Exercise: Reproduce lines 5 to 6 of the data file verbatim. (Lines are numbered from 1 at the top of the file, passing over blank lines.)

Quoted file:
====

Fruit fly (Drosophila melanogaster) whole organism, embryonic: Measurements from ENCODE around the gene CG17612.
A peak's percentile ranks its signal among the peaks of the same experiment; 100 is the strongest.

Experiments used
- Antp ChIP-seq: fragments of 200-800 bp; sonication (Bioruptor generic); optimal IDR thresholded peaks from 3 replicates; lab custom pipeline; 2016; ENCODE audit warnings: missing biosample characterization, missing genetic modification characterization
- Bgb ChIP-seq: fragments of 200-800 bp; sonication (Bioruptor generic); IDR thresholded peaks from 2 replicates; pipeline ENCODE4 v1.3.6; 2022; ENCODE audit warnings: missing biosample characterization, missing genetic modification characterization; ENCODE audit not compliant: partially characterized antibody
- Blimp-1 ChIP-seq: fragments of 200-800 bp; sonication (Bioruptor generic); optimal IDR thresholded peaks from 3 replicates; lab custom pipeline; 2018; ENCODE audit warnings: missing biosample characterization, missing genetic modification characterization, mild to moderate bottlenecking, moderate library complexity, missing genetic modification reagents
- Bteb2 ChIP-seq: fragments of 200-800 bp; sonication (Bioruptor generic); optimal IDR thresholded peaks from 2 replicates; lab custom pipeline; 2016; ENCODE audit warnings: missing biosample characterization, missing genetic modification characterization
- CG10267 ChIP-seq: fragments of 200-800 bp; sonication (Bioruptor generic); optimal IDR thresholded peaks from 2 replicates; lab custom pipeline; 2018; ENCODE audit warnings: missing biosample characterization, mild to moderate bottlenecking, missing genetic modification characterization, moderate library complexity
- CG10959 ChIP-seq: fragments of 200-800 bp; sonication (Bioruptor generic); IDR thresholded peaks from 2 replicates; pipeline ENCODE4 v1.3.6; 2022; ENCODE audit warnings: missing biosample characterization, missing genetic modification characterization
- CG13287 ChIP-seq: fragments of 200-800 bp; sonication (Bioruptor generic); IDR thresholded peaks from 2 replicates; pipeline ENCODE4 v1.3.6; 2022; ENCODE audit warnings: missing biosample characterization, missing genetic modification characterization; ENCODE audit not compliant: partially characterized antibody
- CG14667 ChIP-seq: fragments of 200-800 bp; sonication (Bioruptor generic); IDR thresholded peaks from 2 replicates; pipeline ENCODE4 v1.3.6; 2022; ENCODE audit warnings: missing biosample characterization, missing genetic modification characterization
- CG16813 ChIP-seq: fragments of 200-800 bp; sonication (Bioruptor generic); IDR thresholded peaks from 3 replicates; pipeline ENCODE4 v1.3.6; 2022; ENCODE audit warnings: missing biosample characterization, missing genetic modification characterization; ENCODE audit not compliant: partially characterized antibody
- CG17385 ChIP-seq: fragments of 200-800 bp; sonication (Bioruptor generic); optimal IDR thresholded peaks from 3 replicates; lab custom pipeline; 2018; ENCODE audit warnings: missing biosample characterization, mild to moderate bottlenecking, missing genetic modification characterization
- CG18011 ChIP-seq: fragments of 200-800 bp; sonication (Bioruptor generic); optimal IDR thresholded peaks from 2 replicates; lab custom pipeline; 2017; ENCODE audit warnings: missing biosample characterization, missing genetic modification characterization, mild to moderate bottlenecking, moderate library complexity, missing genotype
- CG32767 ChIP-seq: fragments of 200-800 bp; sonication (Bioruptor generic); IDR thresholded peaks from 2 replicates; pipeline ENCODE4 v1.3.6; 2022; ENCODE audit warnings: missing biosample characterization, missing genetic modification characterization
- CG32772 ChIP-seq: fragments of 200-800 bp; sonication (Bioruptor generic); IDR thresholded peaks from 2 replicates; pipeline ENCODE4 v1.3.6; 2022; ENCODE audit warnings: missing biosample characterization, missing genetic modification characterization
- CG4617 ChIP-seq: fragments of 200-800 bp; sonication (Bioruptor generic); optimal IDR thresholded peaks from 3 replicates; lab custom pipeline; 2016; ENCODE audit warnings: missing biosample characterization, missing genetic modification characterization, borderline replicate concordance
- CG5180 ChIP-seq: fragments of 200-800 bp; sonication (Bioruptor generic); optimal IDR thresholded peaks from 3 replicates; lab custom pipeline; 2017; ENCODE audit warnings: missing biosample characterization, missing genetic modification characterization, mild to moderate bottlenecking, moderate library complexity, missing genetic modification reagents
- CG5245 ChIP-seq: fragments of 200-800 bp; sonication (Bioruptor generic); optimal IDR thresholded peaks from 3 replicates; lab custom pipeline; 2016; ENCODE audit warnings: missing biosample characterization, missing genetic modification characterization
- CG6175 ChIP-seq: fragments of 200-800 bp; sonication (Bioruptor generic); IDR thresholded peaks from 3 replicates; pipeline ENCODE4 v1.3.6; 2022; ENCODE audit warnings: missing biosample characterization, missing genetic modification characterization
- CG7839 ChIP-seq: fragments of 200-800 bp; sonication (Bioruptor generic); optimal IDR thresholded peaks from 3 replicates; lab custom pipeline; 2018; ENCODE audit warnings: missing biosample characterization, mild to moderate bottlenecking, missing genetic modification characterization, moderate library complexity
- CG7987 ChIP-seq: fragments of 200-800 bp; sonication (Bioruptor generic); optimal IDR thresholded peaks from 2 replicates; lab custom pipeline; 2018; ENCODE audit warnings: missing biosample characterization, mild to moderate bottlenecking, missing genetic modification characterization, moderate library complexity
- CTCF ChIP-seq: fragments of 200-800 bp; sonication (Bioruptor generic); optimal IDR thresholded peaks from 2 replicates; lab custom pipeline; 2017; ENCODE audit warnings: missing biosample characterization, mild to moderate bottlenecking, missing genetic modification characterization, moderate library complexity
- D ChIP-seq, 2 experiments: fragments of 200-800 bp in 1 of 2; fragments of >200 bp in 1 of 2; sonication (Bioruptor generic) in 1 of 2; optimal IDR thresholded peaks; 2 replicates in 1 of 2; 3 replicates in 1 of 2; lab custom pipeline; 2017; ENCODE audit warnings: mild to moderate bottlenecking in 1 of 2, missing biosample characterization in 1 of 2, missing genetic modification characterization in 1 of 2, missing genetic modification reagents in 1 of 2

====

- Bgb ChIP-seq: fragments of 200-800 bp; sonication (Bioruptor generic); IDR thresholded peaks from 2 replicates; pipeline ENCODE4 v1.3.6; 2022; ENCODE audit warnings: missing biosample characterization, missing genetic modification characterization; ENCODE audit not compliant: partially characterized antibody
- Blimp-1 ChIP-seq: fragments of 200-800 bp; sonication (Bioruptor generic); optimal IDR thresholded peaks from 3 replicates; lab custom pipeline; 2018; ENCODE audit warnings: missing biosample characterization, missing genetic modification characterization, mild to moderate bottlenecking, moderate library complexity, missing genetic modification reagents